- C Madden, Parliamentary Entitlements Legislation Amendment Bill 2017, Bills digest, 62, 2016–17, Parliamentary Library, Canberra, 2017.
C Madden and D McKeown, Parliamentary remuneration and entitlements: 2016 update, Research paper series, 2015–16, Parliamentary Library, Canberra,
For copyright reasons some linked items are only available to members of Parliament.
© Commonwealth of Australia
With the exception of the Commonwealth Coat of Arms, and to the extent that copyright subsists in a third party, this publication, its logo and front page design are licensed under a Creative Commons Attribution-NonCommercial-NoDerivs 3.0 Australia licence.
In essence, you are free to copy and communicate this work in its current form for all non-commercial purposes, as long as you attribute the work to the author and abide by the other licence terms. The work cannot be adapted or modified in any way. Content from this publication should be attributed in the following way: Author(s), Title of publication, Series Name and No, Publisher, Date.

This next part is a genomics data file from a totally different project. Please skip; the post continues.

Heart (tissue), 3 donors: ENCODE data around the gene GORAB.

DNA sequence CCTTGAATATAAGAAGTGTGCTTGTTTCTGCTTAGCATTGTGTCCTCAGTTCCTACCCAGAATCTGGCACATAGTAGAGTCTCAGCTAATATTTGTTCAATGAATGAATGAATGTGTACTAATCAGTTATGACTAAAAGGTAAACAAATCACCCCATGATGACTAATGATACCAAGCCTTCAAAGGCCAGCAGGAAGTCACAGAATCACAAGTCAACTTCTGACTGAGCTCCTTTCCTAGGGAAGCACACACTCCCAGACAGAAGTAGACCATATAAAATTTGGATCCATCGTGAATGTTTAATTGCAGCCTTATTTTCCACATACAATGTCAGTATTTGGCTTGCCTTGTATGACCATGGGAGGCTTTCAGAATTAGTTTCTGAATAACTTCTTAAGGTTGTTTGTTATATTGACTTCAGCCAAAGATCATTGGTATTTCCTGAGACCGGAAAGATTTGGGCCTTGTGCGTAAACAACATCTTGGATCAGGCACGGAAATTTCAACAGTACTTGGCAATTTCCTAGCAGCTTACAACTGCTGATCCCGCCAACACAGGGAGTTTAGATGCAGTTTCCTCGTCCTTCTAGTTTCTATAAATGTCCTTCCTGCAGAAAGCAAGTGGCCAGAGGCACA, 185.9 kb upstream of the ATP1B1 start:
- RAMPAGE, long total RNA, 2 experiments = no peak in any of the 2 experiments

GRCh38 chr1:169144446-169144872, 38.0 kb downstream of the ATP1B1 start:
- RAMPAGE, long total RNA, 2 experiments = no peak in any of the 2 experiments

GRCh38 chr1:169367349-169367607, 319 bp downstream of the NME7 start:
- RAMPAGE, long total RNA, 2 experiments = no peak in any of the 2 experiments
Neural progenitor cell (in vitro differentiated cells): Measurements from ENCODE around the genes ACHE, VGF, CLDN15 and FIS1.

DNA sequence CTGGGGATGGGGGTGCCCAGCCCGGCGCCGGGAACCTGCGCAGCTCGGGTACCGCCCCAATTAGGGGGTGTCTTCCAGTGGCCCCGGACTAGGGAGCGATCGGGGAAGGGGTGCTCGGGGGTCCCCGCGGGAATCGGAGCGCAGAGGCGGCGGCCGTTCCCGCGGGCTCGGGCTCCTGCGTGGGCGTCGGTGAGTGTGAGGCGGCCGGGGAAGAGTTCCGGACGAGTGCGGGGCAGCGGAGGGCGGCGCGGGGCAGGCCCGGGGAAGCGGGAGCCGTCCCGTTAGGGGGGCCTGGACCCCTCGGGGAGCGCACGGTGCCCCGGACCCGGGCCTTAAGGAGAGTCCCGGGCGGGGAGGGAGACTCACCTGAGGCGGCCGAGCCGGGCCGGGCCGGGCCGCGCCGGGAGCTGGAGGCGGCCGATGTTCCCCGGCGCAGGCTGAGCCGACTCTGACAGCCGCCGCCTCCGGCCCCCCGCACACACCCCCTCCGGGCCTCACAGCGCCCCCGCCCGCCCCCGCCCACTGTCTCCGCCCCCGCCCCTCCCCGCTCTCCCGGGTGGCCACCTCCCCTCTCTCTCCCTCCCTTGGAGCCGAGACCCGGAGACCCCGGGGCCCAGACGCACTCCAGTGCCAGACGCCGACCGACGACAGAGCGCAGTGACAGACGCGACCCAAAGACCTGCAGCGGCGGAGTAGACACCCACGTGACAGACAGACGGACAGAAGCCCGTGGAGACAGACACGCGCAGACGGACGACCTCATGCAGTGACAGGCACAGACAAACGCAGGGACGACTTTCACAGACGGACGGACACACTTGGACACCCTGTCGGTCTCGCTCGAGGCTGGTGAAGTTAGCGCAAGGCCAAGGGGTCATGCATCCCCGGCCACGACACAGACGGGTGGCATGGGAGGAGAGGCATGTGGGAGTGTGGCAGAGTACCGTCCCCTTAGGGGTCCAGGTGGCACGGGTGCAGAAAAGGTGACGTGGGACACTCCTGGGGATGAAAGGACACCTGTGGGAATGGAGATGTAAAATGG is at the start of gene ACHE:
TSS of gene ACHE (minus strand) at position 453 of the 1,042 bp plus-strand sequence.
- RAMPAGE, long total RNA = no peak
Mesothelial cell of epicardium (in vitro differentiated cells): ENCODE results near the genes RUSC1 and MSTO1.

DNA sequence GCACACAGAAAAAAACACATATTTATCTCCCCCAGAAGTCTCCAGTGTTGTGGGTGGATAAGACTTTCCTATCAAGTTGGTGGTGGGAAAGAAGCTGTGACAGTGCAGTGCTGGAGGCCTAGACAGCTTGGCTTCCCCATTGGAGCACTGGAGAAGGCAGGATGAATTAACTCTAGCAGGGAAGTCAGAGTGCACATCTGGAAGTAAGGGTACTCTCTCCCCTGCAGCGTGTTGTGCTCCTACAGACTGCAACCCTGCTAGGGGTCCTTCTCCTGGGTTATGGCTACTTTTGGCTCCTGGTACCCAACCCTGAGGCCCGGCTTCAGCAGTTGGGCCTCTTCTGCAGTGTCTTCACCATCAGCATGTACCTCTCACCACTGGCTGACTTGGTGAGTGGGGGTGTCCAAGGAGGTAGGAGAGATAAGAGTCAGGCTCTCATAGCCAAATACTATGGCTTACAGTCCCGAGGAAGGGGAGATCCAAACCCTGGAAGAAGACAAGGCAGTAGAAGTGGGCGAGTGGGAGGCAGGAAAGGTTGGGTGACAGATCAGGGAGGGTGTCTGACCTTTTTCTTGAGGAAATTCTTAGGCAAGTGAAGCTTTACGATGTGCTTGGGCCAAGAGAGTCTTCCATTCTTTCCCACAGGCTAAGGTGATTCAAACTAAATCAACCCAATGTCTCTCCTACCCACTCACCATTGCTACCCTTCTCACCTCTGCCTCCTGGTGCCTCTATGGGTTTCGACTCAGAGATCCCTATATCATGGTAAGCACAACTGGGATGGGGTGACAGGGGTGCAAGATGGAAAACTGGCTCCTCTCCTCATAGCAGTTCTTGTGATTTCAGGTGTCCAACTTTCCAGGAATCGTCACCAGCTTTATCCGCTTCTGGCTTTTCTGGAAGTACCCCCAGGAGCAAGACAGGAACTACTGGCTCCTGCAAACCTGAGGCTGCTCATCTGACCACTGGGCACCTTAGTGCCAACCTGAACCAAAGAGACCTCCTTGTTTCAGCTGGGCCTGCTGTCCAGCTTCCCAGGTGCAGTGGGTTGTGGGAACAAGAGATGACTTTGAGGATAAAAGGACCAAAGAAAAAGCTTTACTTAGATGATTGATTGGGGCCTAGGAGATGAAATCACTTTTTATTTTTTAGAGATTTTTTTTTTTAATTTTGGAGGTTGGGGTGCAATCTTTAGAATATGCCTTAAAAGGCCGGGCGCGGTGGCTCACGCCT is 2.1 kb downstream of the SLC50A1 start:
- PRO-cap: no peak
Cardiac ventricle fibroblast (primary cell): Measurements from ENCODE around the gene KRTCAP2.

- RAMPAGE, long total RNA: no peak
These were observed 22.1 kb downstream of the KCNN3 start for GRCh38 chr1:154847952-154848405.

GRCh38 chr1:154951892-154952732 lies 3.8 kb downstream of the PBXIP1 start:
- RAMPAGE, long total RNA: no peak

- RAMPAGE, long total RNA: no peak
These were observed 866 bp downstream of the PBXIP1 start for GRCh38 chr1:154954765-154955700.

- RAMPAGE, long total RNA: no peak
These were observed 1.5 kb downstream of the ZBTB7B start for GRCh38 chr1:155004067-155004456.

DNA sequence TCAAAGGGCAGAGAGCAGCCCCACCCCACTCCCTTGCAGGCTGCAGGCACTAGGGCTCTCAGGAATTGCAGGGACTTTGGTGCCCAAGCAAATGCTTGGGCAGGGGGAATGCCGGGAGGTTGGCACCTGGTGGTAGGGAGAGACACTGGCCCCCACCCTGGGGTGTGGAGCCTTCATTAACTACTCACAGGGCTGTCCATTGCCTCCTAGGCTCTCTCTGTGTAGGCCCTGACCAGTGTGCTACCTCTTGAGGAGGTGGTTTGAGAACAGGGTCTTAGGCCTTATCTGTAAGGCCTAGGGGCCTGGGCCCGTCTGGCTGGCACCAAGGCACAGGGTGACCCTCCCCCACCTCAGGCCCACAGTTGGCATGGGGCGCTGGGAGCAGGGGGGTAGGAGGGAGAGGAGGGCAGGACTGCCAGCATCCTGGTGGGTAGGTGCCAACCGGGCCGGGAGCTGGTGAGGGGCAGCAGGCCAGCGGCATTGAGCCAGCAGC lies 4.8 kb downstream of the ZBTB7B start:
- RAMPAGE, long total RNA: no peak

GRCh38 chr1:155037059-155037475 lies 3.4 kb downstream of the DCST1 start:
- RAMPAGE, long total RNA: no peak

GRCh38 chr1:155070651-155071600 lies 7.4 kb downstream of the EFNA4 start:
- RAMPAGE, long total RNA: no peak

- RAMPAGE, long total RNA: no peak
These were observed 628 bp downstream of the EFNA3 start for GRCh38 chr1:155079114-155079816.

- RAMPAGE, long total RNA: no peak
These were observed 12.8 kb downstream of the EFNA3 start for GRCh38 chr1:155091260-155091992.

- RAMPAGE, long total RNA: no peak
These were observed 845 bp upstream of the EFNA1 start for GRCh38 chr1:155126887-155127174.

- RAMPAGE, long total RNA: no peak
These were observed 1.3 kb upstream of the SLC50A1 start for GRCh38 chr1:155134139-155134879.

To the extent that copyright subsists in third party quotes it remains with the original owner and permission may be required to reuse the material.
Inquiries regarding the licence and any use of the publication are welcome to email@example.com.
This work has been prepared to support the work of the Australian Parliament using information available at the time of production. The views expressed do not reflect an official position of the Parliamentary Library, nor do they constitute professional legal opinion.
Any concerns or complaints should be directed to the Parliamentary Librarian. Parliamentary Library staff are available to discuss the contents of publications with Senators and Members and their staff. To access this service, clients may contact the author or the Library‘s Central Enquiry Point for referral.